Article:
• Fiona McIntosh: Voyager Author of the Month

    Fiona McIntosh was born and raised in Sussex in the UK, but also spent early childhood years in West Africa. She left a PR career in London to travel and settled in Australia in 1980. She has since roamed the world working for her own travel publishing company, which she runs with her husband. She lives in Adelaide with her husband and twin sons. Her website is at www.fionamcintosh.com.

    Her latest book, The Scrivener's Tale, is a stand-alone and takes us back to the world of Morgravia from her very first series, The Quickening:

    About The Scrivener's Tale:

    In the bookshops and cafes of present-day Paris, ex-psychologist Gabe Figaret is trying to put his shattered life back together. When another doctor, Reynard, asks him to help with a delusional female patient, Gabe is reluctant... until he meets her. At first Gabe thinks the woman, Angelina, is merely terrified of Reynard, but he quickly discovers she is not quite what she seems.

    As his relationship with Angelina deepens, Gabe's life in Paris becomes increasingly unstable. He senses a presence watching and following every move he makes, and yet he finds Angelina increasingly irresistible.

    When Angelina tells Gabe he must kill her and flee to a place she calls Morgravia, he is horrified. But then Angelina shows him that the cathedral he has dreamt about since childhood is real and exists in Morgravia.

    A special 10th Anniversary edition of her first fantasy book, Myrren's Gift, will be released in December!



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Devon Monk: Working Writers Work

Devon's first book

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With Magic to the Bone (book #1) on its way to being published, I turned to finishing Magic in the Blood (book #2, available June 09). As soon as I finished Magic in the Blood, I immediately started working on Magic in the Shadows (book #3).

Everything was going along swimmingly. I was right on schedule and feeling fine. Then it happened. I got a rewrite request for Magic in the Blood. My editor really liked it, but thought the book covered too much ground in too small of a space. She asked me to cut one plot line (and over half the book) and focus instead on the other main plot line.

Now, I love rewrites. I’ve done plenty in my short fiction career, and am happy to roll up my sleeves and do what it takes to make a story shine.

But this rewrite would take a lot of work. I’d have to drop 70,000 words out of Magic in the Blood and re-plot the entire book.

Worse, if I agreed to change Magic in the Blood, I would have to trash can the 30,000 words I had written on Magic in the Shadows.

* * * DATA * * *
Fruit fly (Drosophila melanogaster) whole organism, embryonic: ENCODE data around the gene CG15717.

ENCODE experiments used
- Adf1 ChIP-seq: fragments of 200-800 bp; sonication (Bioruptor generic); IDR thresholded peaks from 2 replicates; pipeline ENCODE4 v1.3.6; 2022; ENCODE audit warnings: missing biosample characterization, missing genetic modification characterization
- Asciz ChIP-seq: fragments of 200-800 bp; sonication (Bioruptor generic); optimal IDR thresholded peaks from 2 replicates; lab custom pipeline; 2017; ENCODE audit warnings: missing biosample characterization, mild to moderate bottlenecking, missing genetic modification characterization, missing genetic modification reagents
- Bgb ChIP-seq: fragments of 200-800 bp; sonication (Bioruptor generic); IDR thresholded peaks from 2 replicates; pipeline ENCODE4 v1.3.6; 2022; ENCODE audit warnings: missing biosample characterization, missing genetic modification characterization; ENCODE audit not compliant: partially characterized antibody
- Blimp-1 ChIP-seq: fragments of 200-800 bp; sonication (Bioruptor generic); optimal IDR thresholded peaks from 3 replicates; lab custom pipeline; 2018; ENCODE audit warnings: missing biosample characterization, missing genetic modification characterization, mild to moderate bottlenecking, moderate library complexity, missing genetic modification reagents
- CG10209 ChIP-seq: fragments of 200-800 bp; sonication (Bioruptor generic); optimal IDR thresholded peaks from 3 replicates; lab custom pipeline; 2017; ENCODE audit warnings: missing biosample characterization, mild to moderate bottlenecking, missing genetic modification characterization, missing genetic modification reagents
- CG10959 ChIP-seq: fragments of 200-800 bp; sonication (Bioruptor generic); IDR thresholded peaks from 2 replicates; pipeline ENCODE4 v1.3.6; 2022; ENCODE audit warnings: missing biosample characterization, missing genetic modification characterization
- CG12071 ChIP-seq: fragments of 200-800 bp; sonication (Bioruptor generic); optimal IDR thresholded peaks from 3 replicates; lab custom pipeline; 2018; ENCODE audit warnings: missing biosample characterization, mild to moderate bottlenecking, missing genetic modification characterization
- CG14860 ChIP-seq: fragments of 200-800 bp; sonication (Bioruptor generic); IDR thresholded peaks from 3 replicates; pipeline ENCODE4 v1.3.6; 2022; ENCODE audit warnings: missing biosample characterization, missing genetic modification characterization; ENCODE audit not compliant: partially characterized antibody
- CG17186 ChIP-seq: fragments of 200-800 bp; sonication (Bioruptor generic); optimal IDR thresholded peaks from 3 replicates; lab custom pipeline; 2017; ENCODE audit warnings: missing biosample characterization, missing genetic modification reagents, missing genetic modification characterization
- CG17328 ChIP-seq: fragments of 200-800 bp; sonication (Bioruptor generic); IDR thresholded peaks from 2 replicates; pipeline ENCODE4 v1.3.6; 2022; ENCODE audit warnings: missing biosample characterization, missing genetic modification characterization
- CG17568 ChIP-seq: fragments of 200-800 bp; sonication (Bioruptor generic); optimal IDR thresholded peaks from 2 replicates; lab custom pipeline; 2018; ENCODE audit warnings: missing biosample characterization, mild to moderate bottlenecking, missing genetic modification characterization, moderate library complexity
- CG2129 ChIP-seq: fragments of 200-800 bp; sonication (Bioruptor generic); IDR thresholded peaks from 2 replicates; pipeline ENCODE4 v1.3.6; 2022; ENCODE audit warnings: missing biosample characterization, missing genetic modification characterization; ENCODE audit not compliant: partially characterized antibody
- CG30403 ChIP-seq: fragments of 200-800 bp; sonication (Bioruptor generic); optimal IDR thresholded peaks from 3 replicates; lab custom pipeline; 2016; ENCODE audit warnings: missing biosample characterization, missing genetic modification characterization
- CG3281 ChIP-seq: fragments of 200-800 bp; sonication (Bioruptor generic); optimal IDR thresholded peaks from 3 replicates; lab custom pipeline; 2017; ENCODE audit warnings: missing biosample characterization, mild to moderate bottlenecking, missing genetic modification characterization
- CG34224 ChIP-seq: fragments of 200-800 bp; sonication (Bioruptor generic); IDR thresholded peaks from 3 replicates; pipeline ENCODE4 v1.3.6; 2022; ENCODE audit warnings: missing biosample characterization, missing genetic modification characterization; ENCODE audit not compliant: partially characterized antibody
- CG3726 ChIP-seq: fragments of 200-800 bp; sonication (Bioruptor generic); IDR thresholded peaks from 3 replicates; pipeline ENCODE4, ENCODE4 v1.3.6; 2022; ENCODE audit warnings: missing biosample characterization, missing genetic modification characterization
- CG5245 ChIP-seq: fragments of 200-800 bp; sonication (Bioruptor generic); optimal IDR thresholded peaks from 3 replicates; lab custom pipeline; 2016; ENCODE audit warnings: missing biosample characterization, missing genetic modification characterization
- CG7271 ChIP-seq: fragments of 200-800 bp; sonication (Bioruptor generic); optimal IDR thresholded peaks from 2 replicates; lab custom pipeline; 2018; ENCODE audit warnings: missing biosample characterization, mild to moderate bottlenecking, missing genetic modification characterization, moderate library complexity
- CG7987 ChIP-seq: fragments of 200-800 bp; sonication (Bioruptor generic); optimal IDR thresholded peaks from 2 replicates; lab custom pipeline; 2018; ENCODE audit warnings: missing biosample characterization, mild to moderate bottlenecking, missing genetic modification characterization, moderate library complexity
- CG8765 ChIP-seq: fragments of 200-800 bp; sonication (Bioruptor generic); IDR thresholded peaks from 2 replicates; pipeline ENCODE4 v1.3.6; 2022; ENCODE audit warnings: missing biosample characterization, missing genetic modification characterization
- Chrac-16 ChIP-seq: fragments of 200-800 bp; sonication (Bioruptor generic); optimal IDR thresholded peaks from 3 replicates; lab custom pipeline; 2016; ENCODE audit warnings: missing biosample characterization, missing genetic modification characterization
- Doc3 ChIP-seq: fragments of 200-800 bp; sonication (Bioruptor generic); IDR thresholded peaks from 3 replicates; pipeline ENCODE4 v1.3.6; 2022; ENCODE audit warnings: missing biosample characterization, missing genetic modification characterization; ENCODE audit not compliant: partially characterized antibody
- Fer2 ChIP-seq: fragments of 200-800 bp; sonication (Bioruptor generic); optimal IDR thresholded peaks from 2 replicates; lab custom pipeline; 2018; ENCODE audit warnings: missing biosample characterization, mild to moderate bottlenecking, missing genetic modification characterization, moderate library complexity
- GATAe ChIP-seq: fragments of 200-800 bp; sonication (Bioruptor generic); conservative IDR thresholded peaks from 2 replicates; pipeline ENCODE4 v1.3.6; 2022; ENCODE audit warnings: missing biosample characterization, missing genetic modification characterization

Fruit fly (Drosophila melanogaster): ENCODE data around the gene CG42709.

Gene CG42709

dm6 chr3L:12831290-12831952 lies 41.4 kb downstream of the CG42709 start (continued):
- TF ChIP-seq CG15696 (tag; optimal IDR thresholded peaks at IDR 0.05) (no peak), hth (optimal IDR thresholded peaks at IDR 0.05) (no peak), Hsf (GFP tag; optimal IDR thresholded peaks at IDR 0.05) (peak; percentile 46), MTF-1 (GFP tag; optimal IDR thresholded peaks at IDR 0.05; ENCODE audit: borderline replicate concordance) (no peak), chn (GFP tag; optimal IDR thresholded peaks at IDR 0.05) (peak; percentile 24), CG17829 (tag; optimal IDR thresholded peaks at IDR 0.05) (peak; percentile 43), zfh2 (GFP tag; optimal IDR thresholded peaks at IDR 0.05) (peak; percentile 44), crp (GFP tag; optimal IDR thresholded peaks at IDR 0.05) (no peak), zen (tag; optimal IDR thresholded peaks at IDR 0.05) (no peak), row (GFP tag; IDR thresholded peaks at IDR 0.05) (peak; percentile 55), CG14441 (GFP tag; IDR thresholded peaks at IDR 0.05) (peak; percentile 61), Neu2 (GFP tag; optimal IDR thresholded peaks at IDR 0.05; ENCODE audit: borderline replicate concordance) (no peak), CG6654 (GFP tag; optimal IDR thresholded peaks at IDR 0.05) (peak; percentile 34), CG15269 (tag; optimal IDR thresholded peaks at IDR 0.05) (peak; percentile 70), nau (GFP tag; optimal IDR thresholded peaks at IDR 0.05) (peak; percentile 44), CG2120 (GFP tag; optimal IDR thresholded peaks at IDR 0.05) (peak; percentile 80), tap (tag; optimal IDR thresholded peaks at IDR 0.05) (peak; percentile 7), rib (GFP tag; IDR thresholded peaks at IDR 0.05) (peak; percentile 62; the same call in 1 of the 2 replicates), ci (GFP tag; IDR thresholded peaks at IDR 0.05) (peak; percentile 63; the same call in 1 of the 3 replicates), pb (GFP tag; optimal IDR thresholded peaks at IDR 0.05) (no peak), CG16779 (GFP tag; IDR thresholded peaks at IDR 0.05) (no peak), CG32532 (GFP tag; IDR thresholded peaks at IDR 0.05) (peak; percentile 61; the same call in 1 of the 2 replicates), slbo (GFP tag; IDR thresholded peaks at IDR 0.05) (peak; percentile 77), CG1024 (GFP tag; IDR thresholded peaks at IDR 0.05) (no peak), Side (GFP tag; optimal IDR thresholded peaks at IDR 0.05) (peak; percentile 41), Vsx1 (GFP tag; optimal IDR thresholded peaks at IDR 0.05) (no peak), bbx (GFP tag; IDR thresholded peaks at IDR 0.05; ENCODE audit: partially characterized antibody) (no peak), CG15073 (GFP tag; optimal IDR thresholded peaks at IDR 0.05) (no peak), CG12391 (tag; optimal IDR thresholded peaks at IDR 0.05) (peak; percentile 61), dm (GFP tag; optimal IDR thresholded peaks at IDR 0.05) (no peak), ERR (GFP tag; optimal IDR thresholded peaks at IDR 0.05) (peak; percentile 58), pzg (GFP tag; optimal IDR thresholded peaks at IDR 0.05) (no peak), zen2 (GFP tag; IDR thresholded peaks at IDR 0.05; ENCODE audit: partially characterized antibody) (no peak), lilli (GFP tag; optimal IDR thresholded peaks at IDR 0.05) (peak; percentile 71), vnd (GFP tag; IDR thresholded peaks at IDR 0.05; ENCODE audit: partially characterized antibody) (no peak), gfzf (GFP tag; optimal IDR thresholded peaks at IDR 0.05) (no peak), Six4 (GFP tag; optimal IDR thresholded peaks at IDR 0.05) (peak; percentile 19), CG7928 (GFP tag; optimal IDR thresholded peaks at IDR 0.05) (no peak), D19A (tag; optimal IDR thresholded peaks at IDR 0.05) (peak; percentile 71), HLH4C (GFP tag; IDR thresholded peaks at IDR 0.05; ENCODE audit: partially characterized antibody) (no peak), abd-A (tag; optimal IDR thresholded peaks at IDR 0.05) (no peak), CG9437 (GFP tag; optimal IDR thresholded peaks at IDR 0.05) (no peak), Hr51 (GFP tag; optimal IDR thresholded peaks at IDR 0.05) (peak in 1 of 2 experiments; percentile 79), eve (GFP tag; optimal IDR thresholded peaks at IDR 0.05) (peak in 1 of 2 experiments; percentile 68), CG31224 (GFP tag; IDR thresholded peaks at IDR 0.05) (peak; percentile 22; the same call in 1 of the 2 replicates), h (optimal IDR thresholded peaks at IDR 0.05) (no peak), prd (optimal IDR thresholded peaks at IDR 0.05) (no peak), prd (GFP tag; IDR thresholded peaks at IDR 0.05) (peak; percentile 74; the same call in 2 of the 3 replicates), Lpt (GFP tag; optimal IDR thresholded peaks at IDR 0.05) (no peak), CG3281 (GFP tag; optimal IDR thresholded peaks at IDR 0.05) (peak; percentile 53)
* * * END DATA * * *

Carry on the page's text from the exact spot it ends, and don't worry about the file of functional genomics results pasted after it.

Saying yes meant I’d lose roughly 100,000 words. That’s an entire novel’s worth of scenes, characters, and conversations, down the drain. That’s an entire novel’s worth of words that would never see the light of day.

And the kicker? It wasn’t just my schedule driving this process. The books were on deadline. In order for book #2 to go through the hands of my editor, copy editor, cover artist, proof reader, printer, sales force, (and more) and still ship to the bookstores on time, it needed to be back to my editor in seven weeks.

100,000 words in seven weeks.

Did I do it? Yes, I did.

But why? I’m the writer, right? The characters, story, and world are my creation. Why didn’t I tell my editor that I liked Magic in the Blood the way it was (which I did) and that she was flat wrong?

Because she wasn’t wrong. Yes, I’m the writer, but she had great insight as an editor, and more importantly, as a reader. She asked questions that I felt, if answered, would make the books even stronger. And I don’t mind doing a little extra work if it will make the story shine.

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Devon Monk has been a columnist for an outdoors magazine, coordinated writer retreats and worked for a child psychologist and criminal lawyer.
She is married with two sons and a dog named Mojo. They live in Oregon where she knits, remodels her house-that-was-a-barn and hosts family celebrations when she is not writing. The first book in the Allie Beckstrom series, Magic to the Bone,  is out now, with the sequel Magic in the Blood due out in June 09 in Australia.


4 Responses

  1. My eyes are bugging out of my head! You did that in 7 weeks? You are my queen!

    I too find the editorial suggestions and queries, when addressed, make the narrative stronger. Editors are allies of the work. I’m just tuning into how you felt after that 70,000 word cut conversation, with clock ticking.

    There are romantic notions about being a novelist, and they’re true but that moment wasn’t one of them!

    Thank you for sharing this!

    🙂 Kim

    • Yeah…it’s not exactly my preferred working conditions, lol! You’re right about romantic notions. Sometimes being a novelist is great fun. Sometimes…not so much.

      Still, it taught me a lot. Like I really hope I don’t have to do that again any time soon.

      🙂 !!

  2. Wow! That’s an amazing thing you did, but I agree. Editor suggestions/rewrites are awesome. It’s hard work, but definitely worth it. 🙂

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